Ready? It’s Job Hunt Season

Posted by Judy Anne Cavey on Oct 31, 2011 in , , | No Comments

Most job hunters back off on their search from November through January–this is a big mistake.

Some wrongly assume employers won’t be hiring during the holidays. It’s a myth, they do hire year round. Just think, if most job seekers slow down during the holiday months, that means your chances to land a job goes up!

Be Prepared

Tonight, Halloween kicks off the beginning of several major holidays in a row from now until January. Take advantage of the opportunities they present, which are many, to network with people who could help you get hired.

Tips to get you ready for the holidays:

1) Keep a stack of business or JIST Cards in your wallet. Always have extras in the car.
2) Keep resumes in an envelope in your car.
3) Take every opportunity to network, a) parties b) parents neighborhood get-together c) holiday dinners with relatives and friends d) church, organizations and club a
4) If you go out of town to visit, be sure to take business or JIST Cards and resumes with you. Even on the ski slopes, you might run into someone who is in a position to hire. If you don’t know what a JIST Card is, please see Michael Farr’s books.

Have trouble networking?

Your ability to care about others should be at the top of the list. That may surprise some, but it’s true. If you care about what others are doing, what they are seeking, and how you can assist them, they will usually be interested in getting to know you. And assist you in return. Their connections may help you find employment.

Networking isn’t about walking into a place armed with your business cards and resume, waiting for the opportunity to latch onto the right person, making a one minute pitch. It has to be more genuine than that, it must be natural and enjoyable. Networking opportunities, (whether it’s a large prearranged event for job seekers, or a neighborhood party) allows you to meet a large number of people at one time. Meet as many as you can, ask for introductions to their connections at the party.

Pace Yourself

Be aware of how you spend your time and energy. For example, don’t waste time with the obnoxious drunk who becomes louder by the minute. One word of caution–please, don’t you be the obnoxious drunk!–you’ll kill opportunities. Focus on those you have something in common with, people who are friendly, and volunteer information about themselves. When you take the time to ask people about themselves, not immediately start talking about yourself, opportunities will open up.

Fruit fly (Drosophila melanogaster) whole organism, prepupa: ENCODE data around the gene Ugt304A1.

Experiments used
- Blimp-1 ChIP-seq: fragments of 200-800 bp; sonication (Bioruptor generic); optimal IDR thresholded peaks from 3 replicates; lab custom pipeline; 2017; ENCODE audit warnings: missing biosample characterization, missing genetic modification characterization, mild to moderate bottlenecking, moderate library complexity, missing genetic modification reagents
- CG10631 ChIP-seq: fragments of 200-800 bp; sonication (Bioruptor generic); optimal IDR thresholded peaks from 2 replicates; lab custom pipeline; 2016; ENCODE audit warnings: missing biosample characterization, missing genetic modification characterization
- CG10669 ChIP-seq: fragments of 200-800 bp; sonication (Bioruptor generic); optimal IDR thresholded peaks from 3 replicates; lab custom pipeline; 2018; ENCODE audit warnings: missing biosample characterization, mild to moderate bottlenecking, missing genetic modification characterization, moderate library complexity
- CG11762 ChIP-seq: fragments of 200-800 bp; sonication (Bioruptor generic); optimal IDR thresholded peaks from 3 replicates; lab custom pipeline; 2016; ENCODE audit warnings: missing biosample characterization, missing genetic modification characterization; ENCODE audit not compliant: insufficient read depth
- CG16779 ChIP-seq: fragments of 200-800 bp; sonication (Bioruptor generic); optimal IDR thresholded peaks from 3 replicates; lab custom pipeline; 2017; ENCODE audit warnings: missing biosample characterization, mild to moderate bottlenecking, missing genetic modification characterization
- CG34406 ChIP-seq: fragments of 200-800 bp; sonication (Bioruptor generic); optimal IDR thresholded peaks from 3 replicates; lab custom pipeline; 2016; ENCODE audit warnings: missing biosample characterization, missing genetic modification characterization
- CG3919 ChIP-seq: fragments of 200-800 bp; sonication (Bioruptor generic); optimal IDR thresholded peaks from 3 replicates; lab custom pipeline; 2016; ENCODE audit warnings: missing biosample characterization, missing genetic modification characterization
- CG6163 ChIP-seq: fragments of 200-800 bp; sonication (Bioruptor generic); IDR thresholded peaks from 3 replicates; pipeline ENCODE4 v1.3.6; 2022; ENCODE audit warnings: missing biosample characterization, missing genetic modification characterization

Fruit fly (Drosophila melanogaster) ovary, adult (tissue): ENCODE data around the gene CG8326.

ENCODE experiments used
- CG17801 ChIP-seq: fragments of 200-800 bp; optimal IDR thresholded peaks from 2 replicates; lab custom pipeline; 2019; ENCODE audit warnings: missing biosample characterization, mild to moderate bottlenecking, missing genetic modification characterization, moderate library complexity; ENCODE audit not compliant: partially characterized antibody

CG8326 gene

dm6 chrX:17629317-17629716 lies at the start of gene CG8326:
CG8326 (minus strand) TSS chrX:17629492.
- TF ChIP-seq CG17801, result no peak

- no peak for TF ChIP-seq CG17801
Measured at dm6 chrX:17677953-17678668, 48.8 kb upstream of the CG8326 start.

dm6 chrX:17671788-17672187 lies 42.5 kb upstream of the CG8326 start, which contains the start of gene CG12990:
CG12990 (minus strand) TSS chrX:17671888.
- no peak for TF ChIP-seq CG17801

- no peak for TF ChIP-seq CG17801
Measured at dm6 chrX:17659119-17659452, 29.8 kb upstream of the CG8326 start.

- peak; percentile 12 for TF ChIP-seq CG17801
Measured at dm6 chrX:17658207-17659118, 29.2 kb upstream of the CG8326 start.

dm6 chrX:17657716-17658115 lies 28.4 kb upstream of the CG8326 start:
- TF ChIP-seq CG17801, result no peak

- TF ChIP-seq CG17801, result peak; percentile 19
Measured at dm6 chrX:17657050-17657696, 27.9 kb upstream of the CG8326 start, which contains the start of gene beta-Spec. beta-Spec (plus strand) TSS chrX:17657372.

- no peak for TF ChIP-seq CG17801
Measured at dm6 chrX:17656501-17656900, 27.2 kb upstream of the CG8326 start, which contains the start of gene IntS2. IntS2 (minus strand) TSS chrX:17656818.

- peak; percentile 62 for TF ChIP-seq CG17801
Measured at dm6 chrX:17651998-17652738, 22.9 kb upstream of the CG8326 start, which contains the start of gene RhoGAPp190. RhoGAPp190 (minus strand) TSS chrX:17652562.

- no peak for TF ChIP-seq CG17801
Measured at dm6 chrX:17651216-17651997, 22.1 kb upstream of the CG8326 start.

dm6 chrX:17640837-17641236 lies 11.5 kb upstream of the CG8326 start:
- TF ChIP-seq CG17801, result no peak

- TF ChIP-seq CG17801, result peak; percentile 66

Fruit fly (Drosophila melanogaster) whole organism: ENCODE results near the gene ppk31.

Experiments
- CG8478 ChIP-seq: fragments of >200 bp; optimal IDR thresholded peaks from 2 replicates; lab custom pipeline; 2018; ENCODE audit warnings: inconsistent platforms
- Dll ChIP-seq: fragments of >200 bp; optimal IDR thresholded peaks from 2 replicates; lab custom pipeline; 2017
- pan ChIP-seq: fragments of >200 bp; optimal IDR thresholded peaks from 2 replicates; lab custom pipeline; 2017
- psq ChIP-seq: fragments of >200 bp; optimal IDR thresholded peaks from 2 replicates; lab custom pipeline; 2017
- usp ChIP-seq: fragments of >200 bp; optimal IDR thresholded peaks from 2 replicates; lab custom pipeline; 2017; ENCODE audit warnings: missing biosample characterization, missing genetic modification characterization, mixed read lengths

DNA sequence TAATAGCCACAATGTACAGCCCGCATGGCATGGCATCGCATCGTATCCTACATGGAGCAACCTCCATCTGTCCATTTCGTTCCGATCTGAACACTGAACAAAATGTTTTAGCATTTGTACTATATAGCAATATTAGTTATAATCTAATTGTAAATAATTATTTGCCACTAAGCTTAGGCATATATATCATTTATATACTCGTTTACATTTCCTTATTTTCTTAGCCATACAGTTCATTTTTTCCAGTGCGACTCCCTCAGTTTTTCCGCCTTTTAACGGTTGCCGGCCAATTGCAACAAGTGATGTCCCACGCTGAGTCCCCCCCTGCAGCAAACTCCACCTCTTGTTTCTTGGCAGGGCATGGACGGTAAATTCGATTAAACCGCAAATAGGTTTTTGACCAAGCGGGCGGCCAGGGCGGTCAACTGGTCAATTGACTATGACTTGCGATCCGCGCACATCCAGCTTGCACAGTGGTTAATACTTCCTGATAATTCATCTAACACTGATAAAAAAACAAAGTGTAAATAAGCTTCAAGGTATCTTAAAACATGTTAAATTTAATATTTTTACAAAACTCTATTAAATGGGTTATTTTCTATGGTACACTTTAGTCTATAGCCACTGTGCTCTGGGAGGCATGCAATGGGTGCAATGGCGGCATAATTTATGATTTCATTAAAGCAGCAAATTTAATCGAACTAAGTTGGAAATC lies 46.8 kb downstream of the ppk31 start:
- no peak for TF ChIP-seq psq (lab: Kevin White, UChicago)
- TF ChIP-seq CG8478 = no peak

There’s a fine line between being interested and being pushy. Listen carefully to what the other person is saying, they may give clues whether or not they’re open to discuss more. Simple questions to break the ice could be: “How do you know ___________(person giving the party)?” or, “What’s your major, or where do you work?”

These can open the conversation and allow for more information gathering. For example, you ask a person you don’t know, (at your parent’s annual Christmas party), the first question. You discover this is mom’s former supervisor! Now here’s a chance to find out if your skill-sets are needed at the company where your mom once worked. When the time is right, give your business or JIST Card to them. If they want to help, then ask for assistance in getting your resume on the right desk on Monday morning.

One thing that is very important when networking is remember to leave home with a smile and positive attitude. People pick up on your mood. If you’re struggling with anger or depression, please get help to deal with those feelings.

Important Check List

1.) Dress for success! When attending a holiday party to network, dress appropriately. Women, the overly sexy holiday ensemble attracts the wrong kind of attention. Be professional with a simple, well fitting dress that’s not too short, and doesn’t show cleavage. And men, an ironed dress shirt and clean slacks with polished shoes make a good impression.

2.) Take a genuine interest in others. Ask appropriate questions, keep it leaning towards your goal–key words–that clue you in a person is open to more discussion. Have your business cards handy. Get introduced to their friends. Ask for assistance if they show an interest to help.

3.) Stay sober to make a good impression–and to get home in one piece. Please, don’t drink and drive.

4.) Enjoy yourself!

Good luck in your holiday job search.



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